AOL upgrades internet access software

America Online (AOL) has released AOL 9.0 Optimised, claiming it will offer enhanced mail and security features, a web...

America Online (AOL) has released AOL 9.0 Optimised, claiming it will offer enhanced mail and security features, a web accelerator and 3D animated buddy icons.

The software, which will be made available to existing AOL members in the third quarter of this year, represents the third upgrade AOL has made to its service in the past 10 months.

The focus of this latest version of the software will be AOL's new instant messaging capabilities, such as the 3DSuperBuddy icons.

"We want to deliver something fun and interesting to our members," said AOL spokeswoman Anne Bentley.

AOL will offer 50 original icons, some of which animate common chat phrases by turning them into characters. For example, the expression "LOL"  for laugh out loud - may be displayed as a comical character when a user types those letters.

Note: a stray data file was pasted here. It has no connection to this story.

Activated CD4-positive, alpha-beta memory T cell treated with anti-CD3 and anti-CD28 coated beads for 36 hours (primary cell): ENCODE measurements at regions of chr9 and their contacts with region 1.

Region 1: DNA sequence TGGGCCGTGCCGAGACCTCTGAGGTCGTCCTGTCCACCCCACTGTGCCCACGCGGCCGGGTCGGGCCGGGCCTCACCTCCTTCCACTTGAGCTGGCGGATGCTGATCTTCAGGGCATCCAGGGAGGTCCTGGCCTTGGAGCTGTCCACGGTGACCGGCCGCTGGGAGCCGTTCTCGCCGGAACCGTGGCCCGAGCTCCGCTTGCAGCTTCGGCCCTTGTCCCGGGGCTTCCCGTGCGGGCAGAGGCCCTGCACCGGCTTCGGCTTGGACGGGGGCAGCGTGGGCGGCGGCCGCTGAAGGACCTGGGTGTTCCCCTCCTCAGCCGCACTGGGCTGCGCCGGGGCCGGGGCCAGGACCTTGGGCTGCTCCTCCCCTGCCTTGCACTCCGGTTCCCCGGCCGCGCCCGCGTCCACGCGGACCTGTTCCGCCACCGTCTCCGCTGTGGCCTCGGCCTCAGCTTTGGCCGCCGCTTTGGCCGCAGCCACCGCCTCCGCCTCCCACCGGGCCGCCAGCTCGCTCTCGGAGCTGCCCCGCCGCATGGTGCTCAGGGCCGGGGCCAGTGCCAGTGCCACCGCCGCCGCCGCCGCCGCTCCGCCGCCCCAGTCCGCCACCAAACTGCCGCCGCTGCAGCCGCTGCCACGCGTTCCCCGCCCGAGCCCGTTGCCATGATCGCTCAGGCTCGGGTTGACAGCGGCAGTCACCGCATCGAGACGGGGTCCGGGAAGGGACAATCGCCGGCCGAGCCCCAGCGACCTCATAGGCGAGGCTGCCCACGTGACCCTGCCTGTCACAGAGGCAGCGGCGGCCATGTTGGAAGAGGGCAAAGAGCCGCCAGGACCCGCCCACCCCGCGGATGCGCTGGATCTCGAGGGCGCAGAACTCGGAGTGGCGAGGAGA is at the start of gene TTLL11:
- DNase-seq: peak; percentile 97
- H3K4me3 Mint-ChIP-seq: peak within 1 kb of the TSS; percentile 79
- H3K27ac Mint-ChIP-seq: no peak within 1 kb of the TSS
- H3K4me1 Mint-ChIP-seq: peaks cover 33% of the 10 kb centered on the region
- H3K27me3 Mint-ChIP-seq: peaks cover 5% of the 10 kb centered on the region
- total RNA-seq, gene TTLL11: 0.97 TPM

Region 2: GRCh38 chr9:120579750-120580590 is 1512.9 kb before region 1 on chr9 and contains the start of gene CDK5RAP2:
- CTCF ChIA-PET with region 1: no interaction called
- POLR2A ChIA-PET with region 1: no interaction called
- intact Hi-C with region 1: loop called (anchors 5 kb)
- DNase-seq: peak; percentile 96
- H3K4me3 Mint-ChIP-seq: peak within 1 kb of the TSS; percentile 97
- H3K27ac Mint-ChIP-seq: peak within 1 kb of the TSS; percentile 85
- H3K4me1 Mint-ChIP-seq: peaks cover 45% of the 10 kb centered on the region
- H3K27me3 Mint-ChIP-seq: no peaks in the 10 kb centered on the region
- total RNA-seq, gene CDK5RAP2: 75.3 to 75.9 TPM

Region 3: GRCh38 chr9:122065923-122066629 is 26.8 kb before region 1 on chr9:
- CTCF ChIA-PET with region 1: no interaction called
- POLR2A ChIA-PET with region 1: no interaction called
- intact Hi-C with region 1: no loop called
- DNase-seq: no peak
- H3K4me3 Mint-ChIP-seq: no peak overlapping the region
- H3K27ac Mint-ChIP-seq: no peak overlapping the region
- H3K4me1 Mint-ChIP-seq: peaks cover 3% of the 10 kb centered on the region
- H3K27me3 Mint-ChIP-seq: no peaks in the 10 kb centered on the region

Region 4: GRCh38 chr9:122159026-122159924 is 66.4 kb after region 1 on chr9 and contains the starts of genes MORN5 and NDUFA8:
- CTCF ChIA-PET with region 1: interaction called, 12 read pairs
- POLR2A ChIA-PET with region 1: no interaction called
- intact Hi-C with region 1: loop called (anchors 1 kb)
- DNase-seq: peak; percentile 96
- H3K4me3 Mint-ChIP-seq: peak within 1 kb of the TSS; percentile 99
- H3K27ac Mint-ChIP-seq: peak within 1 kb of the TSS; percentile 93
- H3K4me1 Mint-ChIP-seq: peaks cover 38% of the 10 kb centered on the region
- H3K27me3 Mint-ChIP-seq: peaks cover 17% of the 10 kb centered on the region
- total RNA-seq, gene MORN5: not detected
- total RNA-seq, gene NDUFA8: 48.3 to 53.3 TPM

The IM capabilities will also allow users to conduct real-time voice conversations and share digital pictures and webcam clips. The company is also offering IM Bots that serve up stock quotes, news, movie times and other information.

AOL's emphasis on instant messaging comes as the company released a report which said 76% of internet users they surveyed use an IM application and that six out of 10 personalise the application with elements such as icons, wallpaper and sounds.

The service also includes enhanced e-mail features such as built-in spam filters and added parental controls, and management tools which allow members to view recently received mail at a glance or view all of their mail from one place.

Additionally, 9.0 Optimised users will be able to store 20Mbytes of mail on AOL servers permanently and the service will include a free web accelerator technology for faster web browsing.

AOL 9.0 will also extend the company's family-focused services, offering a parentally controlled account which can be used to give children an online allowance.

Scarlett Pruitt writes for IDG News Service

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